Listen to this story being read by Melody Teh, here.
I’ve travelled to some incredible places over the years in my work as a humanitarian photographer and communicator – Lebanon, Ethiopia, Mongolia, Papua New Guinea and Iraq among them.
Afghanistan has long been a country I’ve yearned to visit, and recently, I had the opportunity to.
Flying over Afghanistan was a jaw-dropping experience. Stark, jagged peaks, covered in snow, set against a brilliant blue sky were an incredible sight on that cold February morning.
I’ll be honest, my heart was beating a little faster than usual as I put my headscarf on and prepared to disembark the plane in Kabul - there were a lot of uncertainties.
But, after waiting in line and presenting my documents, I was warmly welcomed to Afghanistan and on my way - a stark contrast to the scenes that took place in that same airport in August last year.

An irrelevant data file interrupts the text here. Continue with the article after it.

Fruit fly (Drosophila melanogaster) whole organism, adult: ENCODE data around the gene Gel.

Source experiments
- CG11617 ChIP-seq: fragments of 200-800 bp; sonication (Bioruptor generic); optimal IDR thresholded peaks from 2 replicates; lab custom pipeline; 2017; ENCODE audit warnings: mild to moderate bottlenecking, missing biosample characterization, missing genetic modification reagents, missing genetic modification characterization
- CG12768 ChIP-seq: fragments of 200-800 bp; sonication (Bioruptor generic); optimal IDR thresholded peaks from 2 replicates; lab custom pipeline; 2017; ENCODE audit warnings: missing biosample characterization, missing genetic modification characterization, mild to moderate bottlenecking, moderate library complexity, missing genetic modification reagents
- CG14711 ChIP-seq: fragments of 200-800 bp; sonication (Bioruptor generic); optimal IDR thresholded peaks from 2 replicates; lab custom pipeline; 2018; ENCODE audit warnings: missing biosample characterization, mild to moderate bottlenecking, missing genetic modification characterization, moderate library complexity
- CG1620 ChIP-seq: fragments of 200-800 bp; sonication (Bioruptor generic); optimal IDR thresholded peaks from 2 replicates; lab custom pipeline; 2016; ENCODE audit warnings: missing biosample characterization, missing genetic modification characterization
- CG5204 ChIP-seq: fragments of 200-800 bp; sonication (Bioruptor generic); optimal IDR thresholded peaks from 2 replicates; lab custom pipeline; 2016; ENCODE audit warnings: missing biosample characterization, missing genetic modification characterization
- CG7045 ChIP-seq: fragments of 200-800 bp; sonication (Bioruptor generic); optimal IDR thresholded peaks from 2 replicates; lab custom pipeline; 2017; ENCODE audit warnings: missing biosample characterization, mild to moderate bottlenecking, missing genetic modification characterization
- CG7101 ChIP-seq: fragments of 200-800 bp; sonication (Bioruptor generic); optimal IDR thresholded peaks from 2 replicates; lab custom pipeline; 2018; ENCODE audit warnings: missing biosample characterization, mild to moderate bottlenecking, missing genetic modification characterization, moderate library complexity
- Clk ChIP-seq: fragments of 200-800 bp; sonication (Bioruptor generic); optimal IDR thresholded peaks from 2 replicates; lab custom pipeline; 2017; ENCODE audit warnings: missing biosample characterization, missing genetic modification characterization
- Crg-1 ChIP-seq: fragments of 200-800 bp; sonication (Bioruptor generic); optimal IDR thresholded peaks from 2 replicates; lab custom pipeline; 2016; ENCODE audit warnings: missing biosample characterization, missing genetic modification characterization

In a country where jobs are hard to come by and prices have skyrocketed in recent months, cash assistance allows people to buy exactly what they need, whether it’s food, warm blankets for their kids or paying for medical treatment.
It also helps stimulate the local economy. I met Fatima* at a CARE cash distribution.
She told me how her children often go to bed hungry. Fatima’s husband has been sick for years, so can’t work, and her work is very irregular.
I asked her if she’d had to do anything extreme to help her family survive. She started answering my question in the local language, Dari, and her eyes filled with tears. I looked at my interpreter, who was listening intently, and his eyes filled with tears.
I braced myself for what was to come. Fatima said, “My neighbour knew our desperate situation. They asked if I would sell my seven-month-old daughter to them for between 20,000 and 30,000 Afghanis ($300 to $450).
We didn't want our baby and our other children to die so we agreed to sell her. I didn't sleep for the next week knowing I was losing my baby. Then we got a call from CARE saying we would be getting cash assistance.
I just started crying. We stopped the sale of our baby. Now I can buy my children food and have some food for me as I am still breastfeeding. We will also get treatment for my husband."
After hearing Fatima's story, there was not a dry eye among us.